Catching Up with Ed Jurdi of The Band of Heathens

Ed Jurdi interview - Band of Heathens

In the last ten years, few artists have appeared on the Sandy Beaches Cruise more often than The Band of Heathens.

Formed in Austin in 2005, they have been through several changes of line-up and one change of name. They were known as the Good Times Supper Club until a misprint in a local newspaper billed them as The Heathens. That was 2006. Now it’s seventeen years, thirteen albums, and countless shows later. Through it all, they held fast to their indie values long enough to see those values go mainstream. And throughout, Ed Jurdi and Gordy Quist have remained at the helm.

For those unfamiliar with The Band of Heathens, perhaps the most meaningful comparison is with the band known simply as The Band. Several distinctive lead voices. Textures rooted in classic American music. But really, comparisons don’t mean much. Best to go online, dig deep, and then come join The Band of Heathens on the twenty-eighth sailing of the SANDY BEACHES CRUISE.

Meantime, let Ed fill you in on some of the band’s history with Delbert, the cruise, and the pleasures of going it alone.



Delbert was long gone from Austin by the time The Band of Heathens got together. Was his presence still felt?

It truly was. Delbert’s history goes back so far. There was the first wave of rock ‘n’ rollers –Little Richard, Chuck Berry, and so on— and then the second wave in the early Sixties. Delbert was right there in that second wave. His career has been amazing. He symbolizes American music, especially Texas music. He’s tapped into the two wellsprings—blues and country. His music is a gumbo. He’s also got one of the great American voices, and by the way, his speaking voice is the same as his singing voice. Just like Willie Nelson’s.

Delbert’s a true national treasure. You hear his life when he sings. So, yes, he’d left Austin by the time The Band of Heathens got together but his influence and reach were still there. Still are.


How did The Band of Heathens connect with Delbert for the Sandy Beaches Cruise?

Our drummer Richard Millsap was friends with Delbert’s daughter, Delaney. And Richard’s father, Dave, was Delbert’s lead guitarist for a time. The dots finally connected in 2013.


Could you sum up your experience of the Sandy Beaches Cruise?

The musical IQ of the fans is really high. I learn from everyone on-board. The fans, the musicians. There will be conversations going way into the night. Everyone seems so open to exploring new music, different music. It’s an atmosphere like nothing I’ve ever experienced. And of course, sailing the Caribbean in January.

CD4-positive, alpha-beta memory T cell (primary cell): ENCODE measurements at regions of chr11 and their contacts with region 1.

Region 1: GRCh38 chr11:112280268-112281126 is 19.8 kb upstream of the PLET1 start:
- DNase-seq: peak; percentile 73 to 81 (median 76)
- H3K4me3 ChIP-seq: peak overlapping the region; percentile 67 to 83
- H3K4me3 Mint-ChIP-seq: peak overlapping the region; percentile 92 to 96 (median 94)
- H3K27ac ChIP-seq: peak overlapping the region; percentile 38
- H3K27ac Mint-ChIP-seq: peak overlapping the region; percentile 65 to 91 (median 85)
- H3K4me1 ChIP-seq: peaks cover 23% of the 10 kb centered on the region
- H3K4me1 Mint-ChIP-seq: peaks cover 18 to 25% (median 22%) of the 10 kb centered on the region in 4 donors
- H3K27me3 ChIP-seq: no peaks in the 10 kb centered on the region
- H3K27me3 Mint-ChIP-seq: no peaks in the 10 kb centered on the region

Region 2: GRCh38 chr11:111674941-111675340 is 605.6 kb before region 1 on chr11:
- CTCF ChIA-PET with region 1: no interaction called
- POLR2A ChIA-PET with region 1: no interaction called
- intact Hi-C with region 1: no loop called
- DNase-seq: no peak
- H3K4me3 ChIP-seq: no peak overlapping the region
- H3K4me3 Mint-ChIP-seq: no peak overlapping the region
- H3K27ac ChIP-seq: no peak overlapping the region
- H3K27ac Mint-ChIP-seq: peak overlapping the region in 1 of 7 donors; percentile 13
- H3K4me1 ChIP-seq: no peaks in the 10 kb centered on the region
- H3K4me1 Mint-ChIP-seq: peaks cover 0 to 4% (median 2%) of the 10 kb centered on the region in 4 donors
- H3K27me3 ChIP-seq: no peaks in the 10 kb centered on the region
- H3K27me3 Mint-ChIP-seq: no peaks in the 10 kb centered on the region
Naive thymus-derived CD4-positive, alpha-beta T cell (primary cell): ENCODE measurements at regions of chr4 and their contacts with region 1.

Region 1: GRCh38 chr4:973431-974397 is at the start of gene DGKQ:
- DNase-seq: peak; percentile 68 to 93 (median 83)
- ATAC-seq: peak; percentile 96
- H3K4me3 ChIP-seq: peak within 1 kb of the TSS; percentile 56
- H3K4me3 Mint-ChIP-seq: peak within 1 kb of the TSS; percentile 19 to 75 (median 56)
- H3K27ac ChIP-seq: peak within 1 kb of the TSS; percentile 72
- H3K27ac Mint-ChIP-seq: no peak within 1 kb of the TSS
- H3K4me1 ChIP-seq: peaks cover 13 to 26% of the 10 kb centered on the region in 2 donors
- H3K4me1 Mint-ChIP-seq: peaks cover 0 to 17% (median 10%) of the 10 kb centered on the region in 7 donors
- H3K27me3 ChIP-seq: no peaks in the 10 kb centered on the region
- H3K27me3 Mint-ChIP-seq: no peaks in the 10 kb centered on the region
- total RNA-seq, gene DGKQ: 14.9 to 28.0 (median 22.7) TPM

So, you’re happy to participate in the late-night jams?

Of course. Every year except last year when Delbert was sick, we learned a new Delbert song to play and he’d come up to join us. One year, we did “The Jealous Kind”—a great Bobby Charles song that Delbert recorded in the Seventies. We did “Your Old Standby”—a song from his first album when he was part of Delbert & Glen.

One year, we did the George Harrison song “My Sweet Lord” with Raul Malo of the Mavericks. That’s the kind of unique one-off collaborations you get on Sandy Beaches.

And it must be great for a musician to hang out after a show instead of load out.

Yeah, musicians are usually like ships passing in the night. On the cruise we get to hang out. Play a little music. Get to know artists we’d never otherwise get to know. Spend time with the fans.


The Grateful Dead were maybe the first band to encourage fans to make cassette recordings of the shows and trade them. You guys went one better and handed the fans a USB drive from the soundboard at the end of the show. Do you still do that?

Not so much of late, although we’re thinking about restarting it. We play a different set every night, like the Dead.  Incidentally, our former sound guy, who used to take care of the USB drives, now works for Sandy Beaches.


Other bands talk “indie,” but you’ve been the most truly indie band of all.

Yeah, we walk the walk. I’ve always said that going the corporate route is like taking out a super-bad loan with high interest rates and no return. We pride ourselves on being more steak than sizzle, so we don’t feel that we need someone with less understanding of our music calling the shots.


In managing your own label, do you deal with the everyday hassles like getting the distributors to pay, getting records re-pressed, and so on?

We have a great team that partners with us and helps us with all that, but we control as much as we feel we need to control. Ultimately, you can keep control or you can leave it to others and to the forces of nature. I mean, who knows what we need better than us?


On Spotify, your most-streamed song is “Hurricane.” It was first recorded by Levon Helm of The Band. What led you to it?

Trevor Nealon, who plays keyboards with us, hipped us to it. It never was a hit, but it’s a cool song. We completely reworked it. The lyrics are dark and we wanted to bring a heaviness to it to match the words. I believe we made it into our own song.


Your indie path has become quite well-trodden the last few years.

Yes. We started around 2005 when the business was quite heavily controlled by corporations, and now it’s the Wild West again.


You worked on the Sandy Beaches Cruise when Delbert and his wife, Wendy, ran it. Have you noticed any differences since StarVista LIVE took it over?

No. It was just as great last year as it was all the years before. It seems like StarVista has a lot of reverence and respect for Delbert and Wendy. We all know Delbert was sick last year, but we really hope he’ll come join us in 2024. I know if he can, he will, because he’s Delbert!

-  Colin Escott © 2023